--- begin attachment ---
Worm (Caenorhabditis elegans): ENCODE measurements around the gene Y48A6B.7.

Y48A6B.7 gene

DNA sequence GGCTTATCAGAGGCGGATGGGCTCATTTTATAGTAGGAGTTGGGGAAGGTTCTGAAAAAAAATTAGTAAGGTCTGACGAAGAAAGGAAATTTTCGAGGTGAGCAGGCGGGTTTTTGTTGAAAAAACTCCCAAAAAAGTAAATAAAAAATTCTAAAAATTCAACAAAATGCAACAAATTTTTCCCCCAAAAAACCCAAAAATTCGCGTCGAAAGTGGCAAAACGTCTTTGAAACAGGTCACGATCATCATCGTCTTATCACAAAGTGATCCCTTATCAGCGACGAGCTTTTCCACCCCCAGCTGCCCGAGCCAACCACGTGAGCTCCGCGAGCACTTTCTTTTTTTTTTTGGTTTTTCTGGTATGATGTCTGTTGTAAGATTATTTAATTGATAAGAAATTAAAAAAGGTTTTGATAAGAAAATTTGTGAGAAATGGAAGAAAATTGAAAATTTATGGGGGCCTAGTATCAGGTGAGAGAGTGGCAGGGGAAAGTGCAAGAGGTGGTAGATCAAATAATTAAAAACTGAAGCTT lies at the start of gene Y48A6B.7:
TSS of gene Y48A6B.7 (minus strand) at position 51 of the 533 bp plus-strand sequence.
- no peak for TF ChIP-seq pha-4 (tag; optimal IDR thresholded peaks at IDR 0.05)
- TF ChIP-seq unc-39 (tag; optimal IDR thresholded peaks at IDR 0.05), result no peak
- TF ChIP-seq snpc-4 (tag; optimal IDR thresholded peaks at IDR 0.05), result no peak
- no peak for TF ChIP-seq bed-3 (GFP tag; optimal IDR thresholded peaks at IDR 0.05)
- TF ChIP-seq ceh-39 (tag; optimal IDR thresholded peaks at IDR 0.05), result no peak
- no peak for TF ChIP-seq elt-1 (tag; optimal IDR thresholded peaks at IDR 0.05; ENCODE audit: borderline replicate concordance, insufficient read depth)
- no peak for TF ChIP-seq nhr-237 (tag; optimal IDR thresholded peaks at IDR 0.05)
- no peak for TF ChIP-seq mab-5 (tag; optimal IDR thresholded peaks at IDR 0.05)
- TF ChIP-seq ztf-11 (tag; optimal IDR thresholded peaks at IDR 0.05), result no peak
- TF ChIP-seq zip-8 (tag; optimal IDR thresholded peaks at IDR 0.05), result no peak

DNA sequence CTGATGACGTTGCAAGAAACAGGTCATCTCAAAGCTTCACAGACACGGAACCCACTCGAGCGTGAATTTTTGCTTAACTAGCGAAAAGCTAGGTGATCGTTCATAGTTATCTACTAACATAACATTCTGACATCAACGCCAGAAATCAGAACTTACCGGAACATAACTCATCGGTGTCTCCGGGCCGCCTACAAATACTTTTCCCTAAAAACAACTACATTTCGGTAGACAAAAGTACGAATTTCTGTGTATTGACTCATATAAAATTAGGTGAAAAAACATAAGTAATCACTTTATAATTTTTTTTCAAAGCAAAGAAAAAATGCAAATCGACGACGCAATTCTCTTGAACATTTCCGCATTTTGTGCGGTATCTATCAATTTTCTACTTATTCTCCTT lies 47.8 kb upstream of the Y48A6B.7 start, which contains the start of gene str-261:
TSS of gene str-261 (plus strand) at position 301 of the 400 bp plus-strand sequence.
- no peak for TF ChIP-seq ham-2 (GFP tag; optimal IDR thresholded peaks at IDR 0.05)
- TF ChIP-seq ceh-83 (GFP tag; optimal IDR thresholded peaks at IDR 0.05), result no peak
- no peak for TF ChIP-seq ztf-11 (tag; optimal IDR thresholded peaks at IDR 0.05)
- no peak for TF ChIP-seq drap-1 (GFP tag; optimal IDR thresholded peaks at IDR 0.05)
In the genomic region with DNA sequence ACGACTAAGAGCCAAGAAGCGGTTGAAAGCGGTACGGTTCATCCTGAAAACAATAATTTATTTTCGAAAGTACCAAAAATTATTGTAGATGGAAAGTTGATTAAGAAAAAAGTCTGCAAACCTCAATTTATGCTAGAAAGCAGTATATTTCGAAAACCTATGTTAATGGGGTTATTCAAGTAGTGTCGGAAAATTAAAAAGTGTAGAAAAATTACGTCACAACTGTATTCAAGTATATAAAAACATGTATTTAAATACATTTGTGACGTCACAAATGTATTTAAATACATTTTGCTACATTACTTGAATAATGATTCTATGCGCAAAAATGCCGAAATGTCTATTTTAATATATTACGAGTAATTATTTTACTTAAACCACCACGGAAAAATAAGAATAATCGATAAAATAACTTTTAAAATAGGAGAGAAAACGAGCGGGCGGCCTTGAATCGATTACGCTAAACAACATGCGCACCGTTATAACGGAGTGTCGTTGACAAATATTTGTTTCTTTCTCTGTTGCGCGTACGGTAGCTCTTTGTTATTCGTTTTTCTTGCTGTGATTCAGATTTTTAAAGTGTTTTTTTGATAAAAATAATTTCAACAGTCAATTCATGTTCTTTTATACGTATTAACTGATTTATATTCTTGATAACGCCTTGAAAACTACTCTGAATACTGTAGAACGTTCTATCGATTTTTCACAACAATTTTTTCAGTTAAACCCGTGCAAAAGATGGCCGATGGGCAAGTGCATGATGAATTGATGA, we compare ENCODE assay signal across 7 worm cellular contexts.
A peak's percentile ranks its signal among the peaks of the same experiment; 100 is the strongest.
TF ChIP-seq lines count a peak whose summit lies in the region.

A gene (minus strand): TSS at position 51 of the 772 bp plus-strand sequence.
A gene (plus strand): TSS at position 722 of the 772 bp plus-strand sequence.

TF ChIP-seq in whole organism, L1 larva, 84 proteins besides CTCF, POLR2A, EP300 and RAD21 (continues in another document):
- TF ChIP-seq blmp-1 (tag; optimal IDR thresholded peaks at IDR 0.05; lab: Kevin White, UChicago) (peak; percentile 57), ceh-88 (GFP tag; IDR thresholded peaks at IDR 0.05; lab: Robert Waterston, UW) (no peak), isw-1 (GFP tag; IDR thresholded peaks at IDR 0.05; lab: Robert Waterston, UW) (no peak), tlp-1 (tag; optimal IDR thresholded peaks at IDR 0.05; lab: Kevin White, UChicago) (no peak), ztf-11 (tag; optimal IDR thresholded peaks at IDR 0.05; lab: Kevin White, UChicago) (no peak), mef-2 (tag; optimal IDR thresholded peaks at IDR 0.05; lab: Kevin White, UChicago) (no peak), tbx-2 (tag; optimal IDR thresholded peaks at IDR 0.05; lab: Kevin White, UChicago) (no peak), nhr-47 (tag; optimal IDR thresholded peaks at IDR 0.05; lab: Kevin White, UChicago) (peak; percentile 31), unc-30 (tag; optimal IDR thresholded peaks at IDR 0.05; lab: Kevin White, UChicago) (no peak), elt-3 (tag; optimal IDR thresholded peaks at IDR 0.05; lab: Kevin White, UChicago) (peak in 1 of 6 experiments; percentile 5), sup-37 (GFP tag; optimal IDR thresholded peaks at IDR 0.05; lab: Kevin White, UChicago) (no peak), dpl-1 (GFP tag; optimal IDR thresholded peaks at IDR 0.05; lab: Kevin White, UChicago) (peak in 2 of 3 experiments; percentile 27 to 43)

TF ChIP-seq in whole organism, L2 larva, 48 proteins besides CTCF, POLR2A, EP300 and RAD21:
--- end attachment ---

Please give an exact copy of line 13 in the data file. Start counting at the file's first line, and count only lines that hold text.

- TF ChIP-seq ztf-11 (tag; optimal IDR thresholded peaks at IDR 0.05), result no peak